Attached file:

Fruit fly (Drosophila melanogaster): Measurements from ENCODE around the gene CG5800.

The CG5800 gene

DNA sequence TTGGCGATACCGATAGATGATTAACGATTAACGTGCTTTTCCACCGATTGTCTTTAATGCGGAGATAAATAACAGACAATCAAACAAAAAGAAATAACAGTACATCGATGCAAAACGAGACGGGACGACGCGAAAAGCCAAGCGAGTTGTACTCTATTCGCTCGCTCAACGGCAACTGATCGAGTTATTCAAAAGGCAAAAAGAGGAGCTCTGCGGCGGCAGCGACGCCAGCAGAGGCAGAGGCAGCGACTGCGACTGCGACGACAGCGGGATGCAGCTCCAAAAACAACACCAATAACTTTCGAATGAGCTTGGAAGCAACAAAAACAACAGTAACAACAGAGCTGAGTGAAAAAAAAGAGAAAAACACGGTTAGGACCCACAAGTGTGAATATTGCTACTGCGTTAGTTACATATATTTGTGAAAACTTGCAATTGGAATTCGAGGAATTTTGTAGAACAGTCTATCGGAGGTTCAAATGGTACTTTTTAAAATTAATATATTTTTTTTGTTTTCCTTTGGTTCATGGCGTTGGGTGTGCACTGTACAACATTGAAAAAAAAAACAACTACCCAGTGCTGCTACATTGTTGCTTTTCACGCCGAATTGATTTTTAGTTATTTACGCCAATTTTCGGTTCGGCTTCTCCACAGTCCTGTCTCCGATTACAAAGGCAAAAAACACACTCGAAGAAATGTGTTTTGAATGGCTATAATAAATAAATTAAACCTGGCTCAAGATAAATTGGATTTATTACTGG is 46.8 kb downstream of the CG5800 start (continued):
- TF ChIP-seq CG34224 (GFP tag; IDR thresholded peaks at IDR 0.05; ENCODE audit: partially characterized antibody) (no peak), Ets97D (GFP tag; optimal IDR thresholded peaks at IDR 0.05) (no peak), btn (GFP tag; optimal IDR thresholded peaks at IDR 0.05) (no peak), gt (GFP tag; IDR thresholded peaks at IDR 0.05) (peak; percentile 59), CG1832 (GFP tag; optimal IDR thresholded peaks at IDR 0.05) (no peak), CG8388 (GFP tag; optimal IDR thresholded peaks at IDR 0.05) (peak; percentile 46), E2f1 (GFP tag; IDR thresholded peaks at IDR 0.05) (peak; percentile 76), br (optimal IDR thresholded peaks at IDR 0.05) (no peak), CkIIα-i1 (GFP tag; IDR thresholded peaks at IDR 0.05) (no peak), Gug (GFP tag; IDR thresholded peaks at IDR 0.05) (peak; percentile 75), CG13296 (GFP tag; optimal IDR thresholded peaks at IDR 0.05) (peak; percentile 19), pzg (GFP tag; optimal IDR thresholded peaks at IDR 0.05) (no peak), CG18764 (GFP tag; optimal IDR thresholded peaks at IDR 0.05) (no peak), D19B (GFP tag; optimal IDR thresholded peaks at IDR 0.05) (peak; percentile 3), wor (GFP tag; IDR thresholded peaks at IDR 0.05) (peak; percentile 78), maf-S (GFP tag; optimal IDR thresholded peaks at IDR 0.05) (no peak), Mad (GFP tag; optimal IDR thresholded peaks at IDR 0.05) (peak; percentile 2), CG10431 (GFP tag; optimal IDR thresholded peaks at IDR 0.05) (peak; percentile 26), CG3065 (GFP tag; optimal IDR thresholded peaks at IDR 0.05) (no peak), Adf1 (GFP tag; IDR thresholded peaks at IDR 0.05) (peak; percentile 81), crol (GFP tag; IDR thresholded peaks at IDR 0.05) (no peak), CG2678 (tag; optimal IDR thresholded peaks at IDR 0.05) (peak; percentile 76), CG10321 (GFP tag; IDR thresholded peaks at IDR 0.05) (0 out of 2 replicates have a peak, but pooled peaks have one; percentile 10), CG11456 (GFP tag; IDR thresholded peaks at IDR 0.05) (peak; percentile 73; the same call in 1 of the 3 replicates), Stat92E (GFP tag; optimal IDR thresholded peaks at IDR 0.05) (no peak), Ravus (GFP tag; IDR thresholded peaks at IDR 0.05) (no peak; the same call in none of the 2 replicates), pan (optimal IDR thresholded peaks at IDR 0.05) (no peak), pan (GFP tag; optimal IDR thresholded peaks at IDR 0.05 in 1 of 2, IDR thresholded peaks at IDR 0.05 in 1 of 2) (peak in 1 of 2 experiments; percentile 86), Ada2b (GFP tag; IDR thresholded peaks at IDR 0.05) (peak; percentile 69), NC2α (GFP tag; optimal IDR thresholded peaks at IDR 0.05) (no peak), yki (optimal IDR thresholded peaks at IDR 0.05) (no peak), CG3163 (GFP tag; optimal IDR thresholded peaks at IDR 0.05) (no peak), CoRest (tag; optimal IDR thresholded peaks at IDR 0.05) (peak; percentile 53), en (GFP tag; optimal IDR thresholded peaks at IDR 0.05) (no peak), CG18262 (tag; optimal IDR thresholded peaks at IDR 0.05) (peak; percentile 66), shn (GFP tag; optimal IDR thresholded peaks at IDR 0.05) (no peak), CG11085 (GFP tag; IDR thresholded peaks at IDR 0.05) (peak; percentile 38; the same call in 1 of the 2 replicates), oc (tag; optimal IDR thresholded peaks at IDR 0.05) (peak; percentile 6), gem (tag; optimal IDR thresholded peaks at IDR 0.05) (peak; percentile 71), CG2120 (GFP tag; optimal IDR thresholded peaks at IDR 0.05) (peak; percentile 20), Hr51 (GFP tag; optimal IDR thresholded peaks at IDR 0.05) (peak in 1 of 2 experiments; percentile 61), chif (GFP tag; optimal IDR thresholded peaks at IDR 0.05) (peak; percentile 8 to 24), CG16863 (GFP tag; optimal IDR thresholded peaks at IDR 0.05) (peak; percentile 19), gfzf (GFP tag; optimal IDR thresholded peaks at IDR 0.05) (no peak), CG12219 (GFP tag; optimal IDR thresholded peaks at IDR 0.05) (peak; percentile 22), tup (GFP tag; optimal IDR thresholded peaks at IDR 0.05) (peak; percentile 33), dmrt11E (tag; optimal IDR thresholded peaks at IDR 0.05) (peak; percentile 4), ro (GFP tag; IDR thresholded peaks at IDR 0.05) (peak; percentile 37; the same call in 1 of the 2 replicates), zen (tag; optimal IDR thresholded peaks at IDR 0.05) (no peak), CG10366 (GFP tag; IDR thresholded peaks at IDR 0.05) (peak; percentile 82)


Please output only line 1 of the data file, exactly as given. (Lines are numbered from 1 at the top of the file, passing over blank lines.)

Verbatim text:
Fruit fly (Drosophila melanogaster): Measurements from ENCODE around the gene CG5800.